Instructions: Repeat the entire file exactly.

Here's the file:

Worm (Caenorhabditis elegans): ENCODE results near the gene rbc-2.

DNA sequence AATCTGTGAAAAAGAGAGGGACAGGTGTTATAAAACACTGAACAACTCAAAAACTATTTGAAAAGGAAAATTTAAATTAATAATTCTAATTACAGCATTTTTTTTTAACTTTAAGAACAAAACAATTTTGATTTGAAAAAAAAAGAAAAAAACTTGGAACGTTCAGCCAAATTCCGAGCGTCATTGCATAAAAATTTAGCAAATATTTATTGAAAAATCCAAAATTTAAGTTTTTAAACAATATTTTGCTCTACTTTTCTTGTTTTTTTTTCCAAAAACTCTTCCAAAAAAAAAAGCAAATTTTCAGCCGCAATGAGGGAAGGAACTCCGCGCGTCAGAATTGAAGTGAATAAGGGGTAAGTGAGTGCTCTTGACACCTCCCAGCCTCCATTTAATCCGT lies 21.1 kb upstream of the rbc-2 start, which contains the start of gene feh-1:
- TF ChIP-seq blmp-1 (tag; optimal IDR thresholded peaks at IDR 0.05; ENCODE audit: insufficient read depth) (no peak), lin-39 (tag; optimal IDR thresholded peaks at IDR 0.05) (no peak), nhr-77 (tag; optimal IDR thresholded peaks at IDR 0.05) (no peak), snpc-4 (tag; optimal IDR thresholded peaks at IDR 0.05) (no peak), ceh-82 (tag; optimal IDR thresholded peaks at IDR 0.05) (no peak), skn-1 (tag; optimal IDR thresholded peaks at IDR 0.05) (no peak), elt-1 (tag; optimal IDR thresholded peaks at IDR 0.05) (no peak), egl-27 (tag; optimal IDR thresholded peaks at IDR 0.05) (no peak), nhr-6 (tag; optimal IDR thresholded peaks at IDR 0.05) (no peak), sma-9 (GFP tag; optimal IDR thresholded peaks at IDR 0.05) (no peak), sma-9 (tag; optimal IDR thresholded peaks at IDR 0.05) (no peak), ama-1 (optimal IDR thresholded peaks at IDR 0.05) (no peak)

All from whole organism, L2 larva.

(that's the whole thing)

Worm (Caenorhabditis elegans): ENCODE results near the gene rbc-2.

DNA sequence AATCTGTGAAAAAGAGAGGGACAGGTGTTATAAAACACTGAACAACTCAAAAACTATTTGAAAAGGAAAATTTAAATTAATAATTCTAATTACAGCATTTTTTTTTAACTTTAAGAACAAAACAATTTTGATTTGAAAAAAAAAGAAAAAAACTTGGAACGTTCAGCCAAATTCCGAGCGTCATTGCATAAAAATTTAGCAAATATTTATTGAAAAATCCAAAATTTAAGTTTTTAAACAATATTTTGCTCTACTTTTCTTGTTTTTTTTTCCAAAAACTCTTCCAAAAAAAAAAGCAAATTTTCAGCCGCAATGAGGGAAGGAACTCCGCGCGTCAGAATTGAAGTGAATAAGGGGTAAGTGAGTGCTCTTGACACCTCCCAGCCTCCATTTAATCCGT lies 21.1 kb upstream of the rbc-2 start, which contains the start of gene feh-1:
- TF ChIP-seq blmp-1 (tag; optimal IDR thresholded peaks at IDR 0.05; ENCODE audit: insufficient read depth) (no peak), lin-39 (tag; optimal IDR thresholded peaks at IDR 0.05) (no peak), nhr-77 (tag; optimal IDR thresholded peaks at IDR 0.05) (no peak), snpc-4 (tag; optimal IDR thresholded peaks at IDR 0.05) (no peak), ceh-82 (tag; optimal IDR thresholded peaks at IDR 0.05) (no peak), skn-1 (tag; optimal IDR thresholded peaks at IDR 0.05) (no peak), elt-1 (tag; optimal IDR thresholded peaks at IDR 0.05) (no peak), egl-27 (tag; optimal IDR thresholded peaks at IDR 0.05) (no peak), nhr-6 (tag; optimal IDR thresholded peaks at IDR 0.05) (no peak), sma-9 (GFP tag; optimal IDR thresholded peaks at IDR 0.05) (no peak), sma-9 (tag; optimal IDR thresholded peaks at IDR 0.05) (no peak), ama-1 (optimal IDR thresholded peaks at IDR 0.05) (no peak)

All from whole organism, L2 larva.